Currently, we exchange worlds and stories through the printed word, which gives consumers a scope of interpretation. Or, we share ideas, through film and imagery, which gives the viewer a more immediate understanding, but only within the bounds of two dimensions, without breaking them out of the confines of their tangible environment; they remain fully in their flat, consciously “watching’. With augmented reality our methods of sharing imagination, vision, and experience, have been boundlessly stretched and reshaped. By hacking the audio-visual systems of our brain, and feeding us with stimuli that mimicks that of the tangible reality we know, augmented reality sprinkles our experience with additional elements. We no longer have to perpetuate stories and narratives in the blank image of our mind, we no longer have to suspend our disbelief, we simply have to absorb, and quite conversely, pinch ourselves out of believing.
But, more importantly, augmented reality can creatively rewrite the whole consumer experience up until the point of purchase. Brands now have more hooks and a more expansive toolbox for disseminating their message, illustrating their brand world, and tapping into their communities. Augmented reality offers an unparalleled increase in consumer engagement, whether incorporated into billboard or printed advertising, in-store experiences, e-commerce websites, or as part of social media campaigns and posting. By generating novel ways to extend and elongate consumer engagement, brands are unsurprisingly seeing higher and more sustained conversion rates. There is a new and unsaturated way for brands and designers to connect with their consumer base and advertise in a way that is not garish, manipulative, nor aggressive, but instead implicitly new and implicitly personalised. There is also the element that taps into innate human curiosity, of revealing “hidden” content, that concealed within unobvious digital elements, that feeds into a buzz for quirky and game playing advertising. Ultimately, integrated AR activities across the fashion landscape will help to curate a richer customer experience.
Mixed reality will now allow us to curate a fun, efficient and personalised shopping experience that shoppers desire. As such, the faff, reluctance, difficulty and indecision can begin to be drained out of an industry that has at times fallen out of touch with its customer, and forgotten its role as a consumer driven service. This is an issue both recognised and sought to be corrected the likes of GLITCH, a modern-day fashion magazine collectible, that bridges AR with tangible print pages in a way that hasn’t been seen before. GLITCH is pioneering the way to mixed media advertising, with the consumer, the reader, you, at its focus. Our first DNA edition is just a slight glimpse into this developing world of fashion communication, compressed into 300 pages, and inviting you to begin interacting with blended worlds and blended realities, soon to be normality.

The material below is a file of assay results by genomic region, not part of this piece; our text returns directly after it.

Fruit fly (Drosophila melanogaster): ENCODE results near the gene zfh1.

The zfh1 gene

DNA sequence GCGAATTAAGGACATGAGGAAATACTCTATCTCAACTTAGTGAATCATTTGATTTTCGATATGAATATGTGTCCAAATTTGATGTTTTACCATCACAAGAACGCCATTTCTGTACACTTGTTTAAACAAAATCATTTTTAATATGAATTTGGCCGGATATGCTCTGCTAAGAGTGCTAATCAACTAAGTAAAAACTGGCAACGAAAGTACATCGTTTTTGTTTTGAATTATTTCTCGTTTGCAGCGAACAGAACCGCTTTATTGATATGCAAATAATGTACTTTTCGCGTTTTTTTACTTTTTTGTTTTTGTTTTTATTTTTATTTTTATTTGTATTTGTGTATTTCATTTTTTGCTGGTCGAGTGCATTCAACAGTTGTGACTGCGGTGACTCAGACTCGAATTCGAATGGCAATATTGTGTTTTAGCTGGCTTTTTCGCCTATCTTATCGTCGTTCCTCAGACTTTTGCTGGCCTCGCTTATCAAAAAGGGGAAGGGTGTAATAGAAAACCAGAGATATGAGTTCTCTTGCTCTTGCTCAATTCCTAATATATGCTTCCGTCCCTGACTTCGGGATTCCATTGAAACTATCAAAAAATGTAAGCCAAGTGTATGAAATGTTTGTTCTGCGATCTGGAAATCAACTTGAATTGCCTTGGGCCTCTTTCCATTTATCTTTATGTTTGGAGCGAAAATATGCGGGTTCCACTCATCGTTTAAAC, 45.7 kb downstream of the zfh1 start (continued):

Yet, if we continue to superimpose digital images over our real world, will we lose grip on the truth of reality? Whilst augmented reality may be broadening our ability to create and interact presently, is there a dangerous eventual endpoint where the real world cannot stand in competition with the expansive and diverse capabilities of the digital? As the pixelated world becomes more and more attractive, are we encouraging society to spiral into a state of social isolation, a state of online interactivity, but state of being barren of face to face interactivity. The poignant question is whether this is the world we want fashion to be, if we take away the simplicity of fabric against skin, the thread, the mannequin, the window display and the customer assistant, are we losing the authentic feel of a brand, and perhaps the important tactile connection, that has thus far upheld a billion dollar empire.
For fashion, an industry that hinges on the realisation of magical moments, pushing the boundaries of image making and creating the un-created, virtual reality is changing the game. On a practical level, many brands and retailers have been able to use the technology to offer a “try before you buy” service, that simulates the experience of traditional changings rooms in bricks and mortar stores, and has not only further reduced the necessity of expensive and inefficient physical shops, but has boosted the globalising spread of fashion. Amidst COVID and lockdowns, the technology has been translated into vivid projection, and we can now bring immersive fashion show experiences to industry professionals and the general public from the comfort of their sofas. Both beauty and fashion brands have further used this technology in symbiosis with filter and phone camera technology, and now users and customers can try on different styles of clothing and accessories, or different shade of makeup and skincare through the tap of a screen. This technology not only saves retailers’ space and staffing costs, and rapidly slashes carbon emissions, but it also provides solutions to sizing struggles, the baneful issue of returns, and arguably the never-ending problem with idle unworn clothing. When customers can “experience” products and pieces before purchasing, it is as though they develop a more entrenched sense of desire, or even a pre-empted sense of ownership, that sends more purchases into completion. Buyer confidence is boosted.
Written by Hebe Street from GLITCH Magazine